You can try to deny it, but the facts are the facts. You are off of your game. I am speaking to myself here. I have had a cold for so long now it is officially my buddy. I enjoyed a long, lingering decline, banking off of the bottom of the wave and cruising back up for months, but the gains of fall and winter are now squandered. There comes a point when you can’t just ride yourself back to the top of your game. Some off-season conditioning is required. Here is what some random internet source says about the “off-season.” I agree with most of it, but not #3 (totally ludicrous) and I am not an athlete, I am a bike rider, and a mountain biker specifically. Let’s keep that clear.
“The off-season is characterized by providing rest, alternative activities and mental refreshment.
Often, this part of the year is easily seen as a time to have fun and not do your sport… the off season.
Frankly, what athletes do on their time off at the end of the year is never really associated with their performance in the next season. But, it should be as the transition phase has some key ingredients that get the body and mind refreshed:
1. Low training volume – reduced load on the body helps remove any niggling injuries and gives the athlete time to reflect on their underlying motivations to compete. Plan for a month-long transition, before commencing pre-season training.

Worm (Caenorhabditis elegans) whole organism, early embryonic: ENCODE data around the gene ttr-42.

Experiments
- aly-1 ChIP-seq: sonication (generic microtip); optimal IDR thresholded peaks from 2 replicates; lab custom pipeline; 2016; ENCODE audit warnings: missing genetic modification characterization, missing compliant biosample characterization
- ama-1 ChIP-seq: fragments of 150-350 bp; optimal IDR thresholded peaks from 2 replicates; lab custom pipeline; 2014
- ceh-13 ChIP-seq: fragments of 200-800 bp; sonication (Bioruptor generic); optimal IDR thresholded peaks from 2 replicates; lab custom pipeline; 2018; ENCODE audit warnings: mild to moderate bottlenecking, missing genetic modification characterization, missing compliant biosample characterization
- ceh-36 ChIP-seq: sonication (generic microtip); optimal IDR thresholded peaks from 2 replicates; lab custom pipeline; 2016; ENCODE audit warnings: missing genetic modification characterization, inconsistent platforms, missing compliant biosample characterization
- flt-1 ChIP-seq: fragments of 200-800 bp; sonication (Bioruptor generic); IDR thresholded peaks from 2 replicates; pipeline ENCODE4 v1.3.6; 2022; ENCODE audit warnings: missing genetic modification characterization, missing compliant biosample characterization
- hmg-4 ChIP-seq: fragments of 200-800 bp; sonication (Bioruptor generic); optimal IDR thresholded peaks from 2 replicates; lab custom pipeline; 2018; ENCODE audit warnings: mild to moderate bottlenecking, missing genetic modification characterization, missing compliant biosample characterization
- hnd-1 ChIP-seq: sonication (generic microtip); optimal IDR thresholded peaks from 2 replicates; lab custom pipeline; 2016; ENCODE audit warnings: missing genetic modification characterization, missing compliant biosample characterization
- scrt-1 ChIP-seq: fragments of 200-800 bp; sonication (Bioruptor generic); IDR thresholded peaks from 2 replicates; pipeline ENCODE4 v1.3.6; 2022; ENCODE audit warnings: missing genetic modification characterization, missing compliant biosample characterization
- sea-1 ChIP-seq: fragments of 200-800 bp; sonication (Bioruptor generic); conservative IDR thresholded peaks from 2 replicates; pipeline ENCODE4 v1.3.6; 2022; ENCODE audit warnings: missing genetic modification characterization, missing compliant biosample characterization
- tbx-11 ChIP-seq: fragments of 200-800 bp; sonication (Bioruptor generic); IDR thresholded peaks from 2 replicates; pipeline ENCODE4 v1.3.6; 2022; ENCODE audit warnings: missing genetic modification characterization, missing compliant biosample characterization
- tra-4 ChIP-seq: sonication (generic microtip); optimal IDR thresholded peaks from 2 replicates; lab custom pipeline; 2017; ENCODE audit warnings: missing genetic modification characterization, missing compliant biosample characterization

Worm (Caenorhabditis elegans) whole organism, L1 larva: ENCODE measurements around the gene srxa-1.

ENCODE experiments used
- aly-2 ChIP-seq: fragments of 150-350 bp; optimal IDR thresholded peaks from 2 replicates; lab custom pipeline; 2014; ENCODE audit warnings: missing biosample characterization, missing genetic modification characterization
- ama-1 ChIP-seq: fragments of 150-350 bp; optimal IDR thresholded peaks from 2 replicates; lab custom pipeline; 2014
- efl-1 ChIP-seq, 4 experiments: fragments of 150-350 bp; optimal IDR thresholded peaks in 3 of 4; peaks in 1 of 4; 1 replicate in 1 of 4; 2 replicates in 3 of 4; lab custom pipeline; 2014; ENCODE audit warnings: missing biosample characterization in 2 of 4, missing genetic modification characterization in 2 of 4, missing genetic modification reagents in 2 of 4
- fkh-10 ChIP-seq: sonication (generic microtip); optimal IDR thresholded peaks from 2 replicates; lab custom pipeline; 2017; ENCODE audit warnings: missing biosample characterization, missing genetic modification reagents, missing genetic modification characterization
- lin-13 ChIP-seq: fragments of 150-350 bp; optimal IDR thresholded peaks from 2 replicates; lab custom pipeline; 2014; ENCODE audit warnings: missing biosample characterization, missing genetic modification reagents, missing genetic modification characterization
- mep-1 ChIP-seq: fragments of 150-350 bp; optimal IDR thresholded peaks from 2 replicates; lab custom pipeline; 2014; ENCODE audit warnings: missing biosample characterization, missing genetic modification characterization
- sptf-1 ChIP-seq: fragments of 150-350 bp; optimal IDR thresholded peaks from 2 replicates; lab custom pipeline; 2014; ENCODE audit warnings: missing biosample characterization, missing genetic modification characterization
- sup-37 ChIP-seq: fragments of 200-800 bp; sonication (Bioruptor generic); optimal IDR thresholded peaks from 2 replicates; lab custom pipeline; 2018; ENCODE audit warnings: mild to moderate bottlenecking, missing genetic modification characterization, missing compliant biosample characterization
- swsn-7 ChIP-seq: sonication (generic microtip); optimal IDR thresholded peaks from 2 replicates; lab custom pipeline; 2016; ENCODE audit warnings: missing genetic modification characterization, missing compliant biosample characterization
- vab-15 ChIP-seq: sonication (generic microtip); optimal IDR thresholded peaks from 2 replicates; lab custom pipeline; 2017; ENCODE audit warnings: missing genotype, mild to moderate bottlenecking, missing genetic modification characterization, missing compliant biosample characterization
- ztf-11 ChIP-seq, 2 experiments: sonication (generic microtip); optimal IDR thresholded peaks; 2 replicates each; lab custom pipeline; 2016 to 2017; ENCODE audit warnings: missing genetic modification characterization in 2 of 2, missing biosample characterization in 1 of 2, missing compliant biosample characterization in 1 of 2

2. Some exercise – having done so much training for the rest of the year it becomes part of the athlete’s lifestyle to be active, so I’d include some moderate exercise which is not what you’d normally do. Depending on the sport, examples could be rock climbing, mountain biking, hiking, swimming, pool running or surfing. As fitness is easier to maintain than develop, a little exercise during the break may be enough to maintain most of the fitness built over the last year and make for an easier start to the new season. Aim for 3-4 sessions a week of 30-60 min at an effort level of 5 to 7 out of 10.
3. Virtually no participation in the main sport – this is a chance for overstressed joints and muscles to rebuild and the mind to have break from thinking about technique, strategy and constant training. For the athlete that has had to manage an injury during the season, the transition phase is a great time to address muscle imbalances and weaknesses. This pre habilitation (as distinct from rehabilitation) can strengthen the muscles and joints for better training during the season.”
So let’s go swimming, paddling, maybe play some ping pong. I will sort out this new bike dilemma, rejuvenate, and re-invent my cycling avatar for 2013. I’m waving a white flag for the summer, or maybe I just need a nap.